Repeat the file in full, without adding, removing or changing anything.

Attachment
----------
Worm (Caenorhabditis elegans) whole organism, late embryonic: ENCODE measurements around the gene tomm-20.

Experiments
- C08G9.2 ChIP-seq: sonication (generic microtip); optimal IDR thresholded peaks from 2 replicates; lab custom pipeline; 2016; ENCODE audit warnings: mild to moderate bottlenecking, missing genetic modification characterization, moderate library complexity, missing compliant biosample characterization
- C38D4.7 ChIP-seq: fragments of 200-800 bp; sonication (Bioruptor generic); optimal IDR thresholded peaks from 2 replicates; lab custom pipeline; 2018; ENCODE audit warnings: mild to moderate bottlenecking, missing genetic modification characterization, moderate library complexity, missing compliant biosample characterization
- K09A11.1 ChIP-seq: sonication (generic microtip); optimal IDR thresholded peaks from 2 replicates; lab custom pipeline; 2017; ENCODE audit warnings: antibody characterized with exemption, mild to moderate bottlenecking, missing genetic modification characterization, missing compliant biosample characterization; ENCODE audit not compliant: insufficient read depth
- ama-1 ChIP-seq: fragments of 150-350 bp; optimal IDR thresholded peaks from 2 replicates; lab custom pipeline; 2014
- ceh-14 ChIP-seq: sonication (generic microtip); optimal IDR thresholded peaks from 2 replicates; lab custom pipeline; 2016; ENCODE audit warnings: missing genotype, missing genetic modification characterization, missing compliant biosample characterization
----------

Worm (Caenorhabditis elegans) whole organism, late embryonic: ENCODE measurements around the gene tomm-20.

Experiments
- C08G9.2 ChIP-seq: sonication (generic microtip); optimal IDR thresholded peaks from 2 replicates; lab custom pipeline; 2016; ENCODE audit warnings: mild to moderate bottlenecking, missing genetic modification characterization, moderate library complexity, missing compliant biosample characterization
- C38D4.7 ChIP-seq: fragments of 200-800 bp; sonication (Bioruptor generic); optimal IDR thresholded peaks from 2 replicates; lab custom pipeline; 2018; ENCODE audit warnings: mild to moderate bottlenecking, missing genetic modification characterization, moderate library complexity, missing compliant biosample characterization
- K09A11.1 ChIP-seq: sonication (generic microtip); optimal IDR thresholded peaks from 2 replicates; lab custom pipeline; 2017; ENCODE audit warnings: antibody characterized with exemption, mild to moderate bottlenecking, missing genetic modification characterization, missing compliant biosample characterization; ENCODE audit not compliant: insufficient read depth
- ama-1 ChIP-seq: fragments of 150-350 bp; optimal IDR thresholded peaks from 2 replicates; lab custom pipeline; 2014
- ceh-14 ChIP-seq: sonication (generic microtip); optimal IDR thresholded peaks from 2 replicates; lab custom pipeline; 2016; ENCODE audit warnings: missing genotype, missing genetic modification characterization, missing compliant biosample characterization